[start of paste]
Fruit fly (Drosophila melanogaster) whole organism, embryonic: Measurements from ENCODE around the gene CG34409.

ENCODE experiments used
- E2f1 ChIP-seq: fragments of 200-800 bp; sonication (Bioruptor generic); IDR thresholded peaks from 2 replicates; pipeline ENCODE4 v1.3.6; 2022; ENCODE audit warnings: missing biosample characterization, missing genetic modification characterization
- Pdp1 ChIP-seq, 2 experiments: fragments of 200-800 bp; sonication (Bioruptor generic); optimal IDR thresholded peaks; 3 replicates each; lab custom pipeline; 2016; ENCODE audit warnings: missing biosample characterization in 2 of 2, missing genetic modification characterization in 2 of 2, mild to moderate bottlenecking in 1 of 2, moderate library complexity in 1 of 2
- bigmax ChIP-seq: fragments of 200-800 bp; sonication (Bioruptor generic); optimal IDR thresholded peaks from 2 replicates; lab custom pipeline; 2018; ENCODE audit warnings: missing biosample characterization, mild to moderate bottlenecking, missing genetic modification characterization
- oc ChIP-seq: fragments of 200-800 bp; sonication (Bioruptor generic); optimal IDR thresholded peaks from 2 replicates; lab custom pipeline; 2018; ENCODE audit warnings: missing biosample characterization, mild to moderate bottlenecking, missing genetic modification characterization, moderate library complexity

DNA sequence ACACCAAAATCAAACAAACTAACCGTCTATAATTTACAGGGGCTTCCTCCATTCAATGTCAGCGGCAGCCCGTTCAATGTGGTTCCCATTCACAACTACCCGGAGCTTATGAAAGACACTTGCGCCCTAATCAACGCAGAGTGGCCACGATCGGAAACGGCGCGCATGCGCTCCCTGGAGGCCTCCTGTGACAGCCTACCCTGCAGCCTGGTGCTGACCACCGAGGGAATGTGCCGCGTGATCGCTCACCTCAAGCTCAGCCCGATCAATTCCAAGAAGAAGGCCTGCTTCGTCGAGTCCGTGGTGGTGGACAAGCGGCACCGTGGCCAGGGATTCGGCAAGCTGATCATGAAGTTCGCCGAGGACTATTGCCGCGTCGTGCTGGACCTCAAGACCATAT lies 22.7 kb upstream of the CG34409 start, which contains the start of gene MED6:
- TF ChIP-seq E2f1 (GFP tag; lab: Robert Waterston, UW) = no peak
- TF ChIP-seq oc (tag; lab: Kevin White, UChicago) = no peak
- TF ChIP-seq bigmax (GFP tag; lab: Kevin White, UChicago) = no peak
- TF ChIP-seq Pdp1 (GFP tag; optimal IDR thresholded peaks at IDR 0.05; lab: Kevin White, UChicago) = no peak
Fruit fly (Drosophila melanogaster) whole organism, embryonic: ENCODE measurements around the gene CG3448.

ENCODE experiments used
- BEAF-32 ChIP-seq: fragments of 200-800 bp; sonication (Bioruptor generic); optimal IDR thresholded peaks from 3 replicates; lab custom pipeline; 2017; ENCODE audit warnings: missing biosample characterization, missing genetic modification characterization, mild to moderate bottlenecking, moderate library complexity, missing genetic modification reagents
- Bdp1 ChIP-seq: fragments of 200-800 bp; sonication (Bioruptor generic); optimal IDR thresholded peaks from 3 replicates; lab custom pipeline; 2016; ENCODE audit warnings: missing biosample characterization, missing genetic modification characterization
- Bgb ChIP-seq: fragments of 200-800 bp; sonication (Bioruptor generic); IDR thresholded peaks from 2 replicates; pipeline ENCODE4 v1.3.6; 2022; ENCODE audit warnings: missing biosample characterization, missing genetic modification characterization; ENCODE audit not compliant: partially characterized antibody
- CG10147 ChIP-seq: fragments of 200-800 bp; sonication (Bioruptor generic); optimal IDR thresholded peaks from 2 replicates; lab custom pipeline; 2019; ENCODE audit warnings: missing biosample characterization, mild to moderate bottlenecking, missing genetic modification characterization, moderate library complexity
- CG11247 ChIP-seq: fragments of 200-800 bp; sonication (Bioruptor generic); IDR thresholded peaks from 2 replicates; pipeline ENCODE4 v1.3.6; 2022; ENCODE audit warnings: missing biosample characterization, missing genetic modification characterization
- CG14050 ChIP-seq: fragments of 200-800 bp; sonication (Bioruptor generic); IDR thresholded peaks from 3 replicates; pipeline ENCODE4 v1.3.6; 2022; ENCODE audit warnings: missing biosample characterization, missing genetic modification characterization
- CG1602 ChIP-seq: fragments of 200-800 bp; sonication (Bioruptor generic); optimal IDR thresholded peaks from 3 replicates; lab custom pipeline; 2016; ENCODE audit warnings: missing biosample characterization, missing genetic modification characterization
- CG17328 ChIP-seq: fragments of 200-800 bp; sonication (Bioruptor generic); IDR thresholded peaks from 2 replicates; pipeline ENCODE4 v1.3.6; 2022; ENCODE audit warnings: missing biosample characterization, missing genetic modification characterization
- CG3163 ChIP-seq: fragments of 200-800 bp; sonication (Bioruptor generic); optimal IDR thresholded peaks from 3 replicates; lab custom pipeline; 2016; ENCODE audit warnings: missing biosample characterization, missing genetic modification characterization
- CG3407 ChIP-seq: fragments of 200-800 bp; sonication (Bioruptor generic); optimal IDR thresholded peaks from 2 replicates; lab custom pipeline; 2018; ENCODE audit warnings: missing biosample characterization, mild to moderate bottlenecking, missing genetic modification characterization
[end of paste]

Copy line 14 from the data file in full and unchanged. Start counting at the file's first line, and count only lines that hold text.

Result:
- BEAF-32 ChIP-seq: fragments of 200-800 bp; sonication (Bioruptor generic); optimal IDR thresholded peaks from 3 replicates; lab custom pipeline; 2017; ENCODE audit warnings: missing biosample characterization, missing genetic modification characterization, mild to moderate bottlenecking, moderate library complexity, missing genetic modification reagents